Today Tonight Tomorrow(7)

His face, though—his face is the worst part, his lips bent in a smirk he perfected after winning that ninth-grade essay contest.

Before I can respond, he reaches inside his jacket pocket and tosses me a travel pack of Kleenex. Thank God I catch it, despite a serious lack of hand-eye coordination.

“You shouldn’t have,” I deadpan.

“Just looking out for my copresident on the last day of our term. What brings you to the office on this stormy morning?”

“You know why I’m here. Just give me a pass. Please.”

He furrows his brow. “What kind of pass, exactly, do you want?”

“You know what kind of pass.” When he shrugs, continuing to feign ignorance, I lower myself into a deep, dramatic bow. “O McNair, lord of the main office,” I say in a voice that oozes melodrama, intent on answering his question as obnoxiously as possible. If he’s going to turn this into a production, I’ll play along. After all, I only have a few more chances to mess with him. Might as well be ridiculous while I still can. “I humbly ask that you grant me one final request: a fucking late pass.”

He swivels his chair to grab a stack of green late slips from the desk drawer, moving at the pace of maple syrup on a thirty-degree day. Until I met McNair, I didn’t know patience could feel like a physical piece of me, something he stretches and twists whenever he has a chance.

“Was that your impression of Princess Leia in the first twenty-five minutes of A New Hope, before she realized she wasn’t actually British?” he asks. When I give him a puzzled look, he clucks his tongue, like my not getting the reference pains him on a molecular level. “I keep forgetting my great vintage Star Wars lines are wasted on you, Artoo.”

Because of my alliterative name, he nicknamed me Artoo, after R2-D2, and while I’ve never seen the movies, I get that R2-D2 is some kind of robot. It’s clearly an insult, and his obsessive interest in the franchise has killed any desire I might have once had to watch it.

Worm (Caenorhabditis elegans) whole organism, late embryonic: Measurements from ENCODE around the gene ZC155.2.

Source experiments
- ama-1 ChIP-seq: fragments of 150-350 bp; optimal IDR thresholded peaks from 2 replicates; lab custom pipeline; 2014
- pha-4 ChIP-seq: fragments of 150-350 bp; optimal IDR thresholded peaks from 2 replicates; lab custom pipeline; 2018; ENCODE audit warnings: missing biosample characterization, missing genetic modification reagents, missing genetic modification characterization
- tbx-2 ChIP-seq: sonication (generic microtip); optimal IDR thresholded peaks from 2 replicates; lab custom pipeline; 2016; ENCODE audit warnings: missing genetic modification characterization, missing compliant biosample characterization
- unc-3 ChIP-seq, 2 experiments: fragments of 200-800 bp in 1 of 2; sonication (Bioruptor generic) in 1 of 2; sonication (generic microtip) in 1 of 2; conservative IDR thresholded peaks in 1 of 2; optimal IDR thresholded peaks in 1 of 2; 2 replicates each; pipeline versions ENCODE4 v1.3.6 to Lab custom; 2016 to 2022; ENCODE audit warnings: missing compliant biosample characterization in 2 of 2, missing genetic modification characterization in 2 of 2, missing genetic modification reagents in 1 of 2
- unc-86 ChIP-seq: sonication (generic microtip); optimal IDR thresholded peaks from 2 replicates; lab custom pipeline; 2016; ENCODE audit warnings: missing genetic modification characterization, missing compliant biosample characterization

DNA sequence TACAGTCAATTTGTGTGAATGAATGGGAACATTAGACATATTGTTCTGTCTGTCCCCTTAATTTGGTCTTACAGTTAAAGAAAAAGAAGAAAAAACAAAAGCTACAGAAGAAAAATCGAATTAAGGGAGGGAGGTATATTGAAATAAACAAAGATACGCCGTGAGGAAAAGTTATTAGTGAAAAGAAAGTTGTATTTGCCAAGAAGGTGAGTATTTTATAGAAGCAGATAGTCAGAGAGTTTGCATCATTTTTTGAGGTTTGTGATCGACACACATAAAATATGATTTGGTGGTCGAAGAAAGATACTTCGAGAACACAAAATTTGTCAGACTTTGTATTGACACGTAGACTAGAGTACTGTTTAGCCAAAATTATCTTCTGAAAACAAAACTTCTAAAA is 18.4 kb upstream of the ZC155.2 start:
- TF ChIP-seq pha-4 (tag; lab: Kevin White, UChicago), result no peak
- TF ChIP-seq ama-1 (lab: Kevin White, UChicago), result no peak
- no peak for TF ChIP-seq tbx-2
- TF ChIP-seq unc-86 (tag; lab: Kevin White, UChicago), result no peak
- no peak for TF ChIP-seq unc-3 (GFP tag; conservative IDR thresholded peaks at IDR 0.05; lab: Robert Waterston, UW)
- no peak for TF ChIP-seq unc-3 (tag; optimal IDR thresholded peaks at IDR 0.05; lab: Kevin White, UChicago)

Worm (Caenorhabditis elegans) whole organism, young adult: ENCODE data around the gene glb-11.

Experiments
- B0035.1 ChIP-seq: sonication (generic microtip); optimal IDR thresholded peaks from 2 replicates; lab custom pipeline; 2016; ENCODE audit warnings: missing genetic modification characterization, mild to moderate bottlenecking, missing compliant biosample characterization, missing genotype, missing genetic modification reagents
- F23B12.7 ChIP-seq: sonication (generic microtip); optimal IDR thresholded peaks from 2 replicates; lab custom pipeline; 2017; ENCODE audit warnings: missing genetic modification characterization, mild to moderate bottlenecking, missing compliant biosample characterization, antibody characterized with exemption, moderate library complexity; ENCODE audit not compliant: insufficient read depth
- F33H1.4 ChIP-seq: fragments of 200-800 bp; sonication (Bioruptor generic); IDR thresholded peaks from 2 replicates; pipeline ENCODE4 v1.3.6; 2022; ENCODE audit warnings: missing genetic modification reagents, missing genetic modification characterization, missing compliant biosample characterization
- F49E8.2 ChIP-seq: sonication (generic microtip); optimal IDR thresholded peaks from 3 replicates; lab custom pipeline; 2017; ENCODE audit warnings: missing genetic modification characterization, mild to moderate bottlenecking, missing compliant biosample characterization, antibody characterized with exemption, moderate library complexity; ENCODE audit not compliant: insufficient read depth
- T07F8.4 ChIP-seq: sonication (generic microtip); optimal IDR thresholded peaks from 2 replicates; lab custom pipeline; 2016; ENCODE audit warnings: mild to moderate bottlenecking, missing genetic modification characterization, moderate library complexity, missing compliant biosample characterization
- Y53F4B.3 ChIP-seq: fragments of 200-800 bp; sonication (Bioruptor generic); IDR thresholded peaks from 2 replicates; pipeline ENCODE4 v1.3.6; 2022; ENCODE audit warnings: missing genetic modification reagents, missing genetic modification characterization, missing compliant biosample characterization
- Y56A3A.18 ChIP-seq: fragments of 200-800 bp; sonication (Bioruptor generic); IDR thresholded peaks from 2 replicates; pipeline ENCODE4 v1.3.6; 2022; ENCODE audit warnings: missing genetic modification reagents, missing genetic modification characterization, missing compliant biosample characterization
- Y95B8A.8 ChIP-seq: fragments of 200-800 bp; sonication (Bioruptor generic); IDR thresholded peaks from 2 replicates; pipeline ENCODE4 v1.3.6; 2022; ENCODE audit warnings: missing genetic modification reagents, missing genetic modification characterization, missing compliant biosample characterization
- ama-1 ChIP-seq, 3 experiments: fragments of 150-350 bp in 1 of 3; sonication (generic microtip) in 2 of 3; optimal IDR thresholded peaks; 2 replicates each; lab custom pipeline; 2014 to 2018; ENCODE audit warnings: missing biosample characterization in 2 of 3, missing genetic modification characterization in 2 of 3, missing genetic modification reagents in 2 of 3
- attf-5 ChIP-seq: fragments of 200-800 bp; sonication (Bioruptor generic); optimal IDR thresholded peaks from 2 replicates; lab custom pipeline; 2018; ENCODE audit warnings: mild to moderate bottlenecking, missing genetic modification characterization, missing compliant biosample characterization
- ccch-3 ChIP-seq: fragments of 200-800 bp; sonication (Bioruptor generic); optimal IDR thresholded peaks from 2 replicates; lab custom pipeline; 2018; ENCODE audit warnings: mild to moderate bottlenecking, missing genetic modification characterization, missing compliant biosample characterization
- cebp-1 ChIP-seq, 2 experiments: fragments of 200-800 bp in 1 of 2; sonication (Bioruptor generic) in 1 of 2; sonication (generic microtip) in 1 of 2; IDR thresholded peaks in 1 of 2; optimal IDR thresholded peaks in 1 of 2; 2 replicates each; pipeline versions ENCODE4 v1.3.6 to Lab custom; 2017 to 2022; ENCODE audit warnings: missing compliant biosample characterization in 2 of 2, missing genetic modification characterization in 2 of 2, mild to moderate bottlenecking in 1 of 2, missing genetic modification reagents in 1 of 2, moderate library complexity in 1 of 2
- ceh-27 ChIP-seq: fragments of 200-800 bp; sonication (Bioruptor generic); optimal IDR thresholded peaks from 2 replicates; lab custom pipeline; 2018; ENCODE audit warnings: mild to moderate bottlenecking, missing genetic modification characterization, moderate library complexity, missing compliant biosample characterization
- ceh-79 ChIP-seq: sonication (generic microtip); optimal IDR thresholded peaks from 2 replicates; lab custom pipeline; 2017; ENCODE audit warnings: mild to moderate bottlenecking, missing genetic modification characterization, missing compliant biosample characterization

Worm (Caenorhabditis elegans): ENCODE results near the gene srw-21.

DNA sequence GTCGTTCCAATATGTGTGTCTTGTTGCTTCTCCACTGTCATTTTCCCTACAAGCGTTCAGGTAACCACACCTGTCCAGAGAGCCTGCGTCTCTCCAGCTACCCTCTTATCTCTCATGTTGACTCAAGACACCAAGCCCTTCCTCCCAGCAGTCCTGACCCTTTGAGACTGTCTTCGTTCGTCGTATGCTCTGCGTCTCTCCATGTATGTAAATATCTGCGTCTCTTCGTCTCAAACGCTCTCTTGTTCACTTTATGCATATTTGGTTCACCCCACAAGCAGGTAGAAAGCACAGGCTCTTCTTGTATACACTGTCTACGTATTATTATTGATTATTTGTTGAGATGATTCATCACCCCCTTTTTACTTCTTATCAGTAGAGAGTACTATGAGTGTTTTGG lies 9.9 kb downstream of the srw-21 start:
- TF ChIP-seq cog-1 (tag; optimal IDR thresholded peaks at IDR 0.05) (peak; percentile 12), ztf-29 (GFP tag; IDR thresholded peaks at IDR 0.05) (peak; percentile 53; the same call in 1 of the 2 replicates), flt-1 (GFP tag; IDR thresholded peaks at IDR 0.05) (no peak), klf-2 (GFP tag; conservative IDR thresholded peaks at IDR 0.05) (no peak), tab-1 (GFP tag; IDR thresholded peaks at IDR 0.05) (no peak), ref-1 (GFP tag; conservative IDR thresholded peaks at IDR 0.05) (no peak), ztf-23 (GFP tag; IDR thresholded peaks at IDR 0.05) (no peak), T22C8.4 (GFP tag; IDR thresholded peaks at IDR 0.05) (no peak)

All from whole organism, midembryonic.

“Seems only fair when so many things are wasted on you,” I say. “Like my time. By all means, go as slow as humanly possible.”

Sabotage has been part of our rivalry nearly since the beginning, though it’s never been malicious. There was the time he left his thumb drive plugged into a library computer and I filled it with dubstep music, the time he spilled the cafeteria’s mystery chili on my extra-credit math assignment. And my personal favorite: the time I bribed the janitor with a signed set of my parents’ books for her kids in exchange for McNair’s locker combination. Watching him struggle with it after I changed it was priceless.

“Don’t test me. I can go much slower.” As though to prove it, he takes a full ten seconds to uncap a ballpoint pen. It’s a real performance, and it takes all my willpower not to dive across the desk and snatch it from him. “I guess this means no perfect attendance award,” he says as he writes my name.

Even his hands are dotted with freckles. Once when I was bored during a student council meeting, I tried to count every freckle on his face. The meeting ended when I hit one hundred, and I wasn’t even done counting.

“All I want is valedictorian,” I say, forcing what I hope is a sweet smile. “We both know the lesser awards don’t really mean anything. But it’ll be a nice consolation prize for you. You can put the certificate on your wall next to the dartboard with my face on it.”

“How do you know what my room looks like?”

“Hidden cameras. Everywhere.”

He snorts. I crane my neck to see what he’s writing next to “reason for tardiness.”

Attempted to dye her dress brown. Failed spectacularly.

“Is that really necessary?” I ask, pulling my cardigan tight across my dress and the latte stain that shouts here’s where my boobs are! “I was stuck in traffic. All the lights in my neighborhood were out.” I don’t tell him about the fender bender.

He checks the box marked UNEXCUSED and tears the pass from the pad—ripping it down the middle. “Oops,” he says in a tone that suggests he doesn’t feel bad at all. “Guess I have to write another one.”

“Cool. I don’t have anywhere to be.”

“Artoo, it’s our last day,” he says, holding a hand to his heart. “We should cherish these precious moments we have together. In fact”—he reaches inside his jacket pocket for a fancy pen—“this would be a great time to practice my calligraphy.”

“You’re not serious.”

Unblinking, he peers at me over the top of his thin oval glasses. “Like Ben Solo, I never joke about calligraphy.”

Surely this is my villain origin story. He presses the pen’s tip to the paper and begins forming the letters of my name again, his glasses slipping down the bridge of his nose. McNair’s Concentration Face is half hilarious, half terrifying: teeth gritted and jaw tight, mouth scrunched slightly to one side. The suit makes him look so rigid, so stiff, like an accountant or an insurance salesman or a low-level manager at a company that makes software for other companies. I’ve never seen him at a party. I can’t imagine him relaxing enough to watch a movie. Not even Star Wars.

“Really impressive. Great job.” I say it sarcastically, but my name actually does look good in that delicate black ink. I could picture it on a book cover.

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